Resolve Appearance of Competitive Conflicts Involving Blockbuster and Paramount Pictures. Paramount Pictures Corporation, a Viacom subsidiary, is in the motion picture business and competes with other movie studios. As a result, Blockbuster believes that the other movie studios, which supply Blockbuster with its movies, consider Blockbuster’s affiliation with Paramount Pictures to be a conflict of interest. Similarly, because Paramount Pictures supplies movies to Blockbuster’s competitors in the video rental market, Viacom believes that Blockbuster’s competitors, who are customers of Paramount Pictures, view Paramount Pictures as having a conflict of interest. The split-off should eliminate these perceived competitive conflicts.

 

  Facilitate Investment Decisions by Stockholders. Following the split-off, it will be easier for potential investors to assess Viacom and Blockbuster on an independent basis and choose the company in which to invest and in what relative percentages. The split-off is expected to enable Viacom stockholders who currently own an indirect interest in Blockbuster through Viacom to convert their investment to a direct ownership of Blockbuster in a tax-efficient manner.

 

Q: Why did Viacom choose this exchange offer as the way to separate Blockbuster from Viacom?

 

A: Viacom believes this exchange offer is a tax-efficient way to achieve the goals outlined in response to the first question above. It also is expected to allow you, as a Viacom stockholder, to adjust your investment between Viacom and Blockbuster on a tax-free basis, except with respect to any cash you receive in lieu of fractional shares of Blockbuster class A and class B common stock. This exchange offer also is intended to be tax-free to Viacom.

 

Q: How will the relationship between Blockbuster and Viacom change after this exchange offer is completed?

 

A:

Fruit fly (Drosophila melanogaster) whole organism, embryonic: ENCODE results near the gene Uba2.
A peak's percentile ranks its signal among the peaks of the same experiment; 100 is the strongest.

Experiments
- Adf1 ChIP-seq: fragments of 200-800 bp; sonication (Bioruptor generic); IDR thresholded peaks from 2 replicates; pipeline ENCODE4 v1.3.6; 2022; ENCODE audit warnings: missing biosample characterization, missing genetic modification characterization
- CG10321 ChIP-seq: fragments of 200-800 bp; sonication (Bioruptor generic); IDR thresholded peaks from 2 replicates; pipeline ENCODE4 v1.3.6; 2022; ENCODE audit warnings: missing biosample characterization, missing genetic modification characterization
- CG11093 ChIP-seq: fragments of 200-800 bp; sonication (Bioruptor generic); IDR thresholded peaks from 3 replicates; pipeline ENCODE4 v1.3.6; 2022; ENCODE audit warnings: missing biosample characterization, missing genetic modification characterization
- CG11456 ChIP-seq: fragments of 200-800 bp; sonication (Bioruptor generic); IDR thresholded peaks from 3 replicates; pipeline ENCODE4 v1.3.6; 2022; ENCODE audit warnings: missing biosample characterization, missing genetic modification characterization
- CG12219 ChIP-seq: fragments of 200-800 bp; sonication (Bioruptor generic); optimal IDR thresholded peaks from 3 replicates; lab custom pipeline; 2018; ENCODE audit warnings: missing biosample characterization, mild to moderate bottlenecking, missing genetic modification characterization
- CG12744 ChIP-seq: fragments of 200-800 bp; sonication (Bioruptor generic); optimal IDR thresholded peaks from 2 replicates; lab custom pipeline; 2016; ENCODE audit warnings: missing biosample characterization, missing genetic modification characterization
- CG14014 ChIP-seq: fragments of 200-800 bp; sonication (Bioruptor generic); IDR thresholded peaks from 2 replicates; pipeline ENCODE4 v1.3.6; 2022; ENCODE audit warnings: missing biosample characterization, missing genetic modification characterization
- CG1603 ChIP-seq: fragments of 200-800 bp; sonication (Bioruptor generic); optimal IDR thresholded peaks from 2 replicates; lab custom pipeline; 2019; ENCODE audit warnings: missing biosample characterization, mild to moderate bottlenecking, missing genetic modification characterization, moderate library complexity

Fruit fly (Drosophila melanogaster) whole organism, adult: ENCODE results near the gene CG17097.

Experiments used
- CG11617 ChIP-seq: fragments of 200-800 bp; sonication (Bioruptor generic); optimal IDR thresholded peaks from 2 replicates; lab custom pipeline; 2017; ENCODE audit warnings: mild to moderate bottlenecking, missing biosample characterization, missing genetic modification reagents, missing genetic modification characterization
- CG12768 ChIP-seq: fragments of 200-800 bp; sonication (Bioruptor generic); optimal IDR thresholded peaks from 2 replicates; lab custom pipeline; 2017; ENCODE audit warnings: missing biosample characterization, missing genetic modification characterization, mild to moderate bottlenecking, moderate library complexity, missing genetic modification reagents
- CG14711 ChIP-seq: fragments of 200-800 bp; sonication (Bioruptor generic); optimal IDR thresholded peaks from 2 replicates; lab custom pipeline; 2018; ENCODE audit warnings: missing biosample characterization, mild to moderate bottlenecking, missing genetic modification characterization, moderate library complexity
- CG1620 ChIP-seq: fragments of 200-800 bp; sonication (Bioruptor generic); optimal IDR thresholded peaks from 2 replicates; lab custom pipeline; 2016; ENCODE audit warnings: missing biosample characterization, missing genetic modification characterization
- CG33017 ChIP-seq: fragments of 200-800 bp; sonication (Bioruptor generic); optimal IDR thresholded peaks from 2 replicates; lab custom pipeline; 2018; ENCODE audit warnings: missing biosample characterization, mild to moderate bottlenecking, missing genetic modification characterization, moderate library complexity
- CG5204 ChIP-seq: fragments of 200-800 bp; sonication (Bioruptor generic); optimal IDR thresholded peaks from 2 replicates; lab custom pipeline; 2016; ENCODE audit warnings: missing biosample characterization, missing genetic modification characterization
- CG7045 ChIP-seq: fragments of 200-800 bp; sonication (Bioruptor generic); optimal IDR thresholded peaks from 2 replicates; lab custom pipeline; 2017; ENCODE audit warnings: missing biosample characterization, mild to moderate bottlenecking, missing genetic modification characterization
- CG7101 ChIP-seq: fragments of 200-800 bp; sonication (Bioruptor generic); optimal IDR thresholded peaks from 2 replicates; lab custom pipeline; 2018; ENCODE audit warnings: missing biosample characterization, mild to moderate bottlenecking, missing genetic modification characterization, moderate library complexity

The split-off is intended to establish Blockbuster as an independent entity. Consequently, after this exchange offer, because Viacom will no longer own a controlling interest in Blockbuster, Blockbuster’s board of directors and management will be free to pursue initiatives that they believe are in Blockbuster’s best

 

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interest without requiring these initiatives to be consistent with Viacom’s view of the best interests of Blockbuster or Viacom. In addition, after this exchange offer, Blockbuster will provide all of its own management, financial, tax, accounting, legal and other resources, some of which were previously provided by Viacom. See the section entitled “Agreements Between Viacom and Blockbuster and Other Related Party Transactions—Relationships Between Viacom and Blockbuster—Transition Services Agreement” on page 99. In addition, all of the Blockbuster directors who are also directors or officers of Viacom will resign from Blockbuster’s board of directors.

 

Q: Will the split-off have a financial impact on Blockbuster as an independent company?

 

A: Following the split-off, Blockbuster anticipates that the renegotiation of services or contracts currently provided by Viacom will result in increased operating expenses. In addition, prior to the commencement of this exchange offer, on [            ], 2004, Blockbuster paid a pro rata special cash distribution of $5.00 per share (approximately $905 million in the aggregate) to its stockholders, which is referred to in this Prospectus-Offer to Exchange as the “special distribution.” As a Viacom stockholder, you were not entitled to receive the special distribution, unless, as of the record date for the special distribution, you also directly held shares of Blockbuster common stock. To fund the payment of this special distribution and finance transaction costs and expenses in connection with the split-off and the special distribution, on [                ], 2004, Blockbuster incurred $950 million of additional indebtedness, which will result in increased interest expense as well as customary restrictions regarding matters such as dividends, capital expenditures and the ability to incur additional indebtedness. See the sections entitled “Market Prices and Dividend Information—Shares of Blockbuster Class A and Class B Common Stock and Dividends” and “Description of Other Material Agreements—New Blockbuster Credit Agreement” beginning on pages 72 and 134, respectively.

 

Q: May I participate in this exchange offer?

 

A: Any holder of Viacom class A or class B common stock, including Viacom class A or class B common stock that is held through a Viacom or Blockbuster employee benefit plan, may participate in this exchange offer. However, you will not be eligible to tender in this exchange offer any of the shares allocated to your employer matching contribution account in the Viacom 401(k) Plan, the Infinity Broadcasting Corporation Union Employees’ 401(k) Plan or the Viacom Employee Savings Plan if your employer matching contribution account is not 100% vested as of [            ], 2004.

 

Q: How many shares of Blockbuster class A and class B common stock will I receive for each share of Viacom class A or class B common stock that I tender?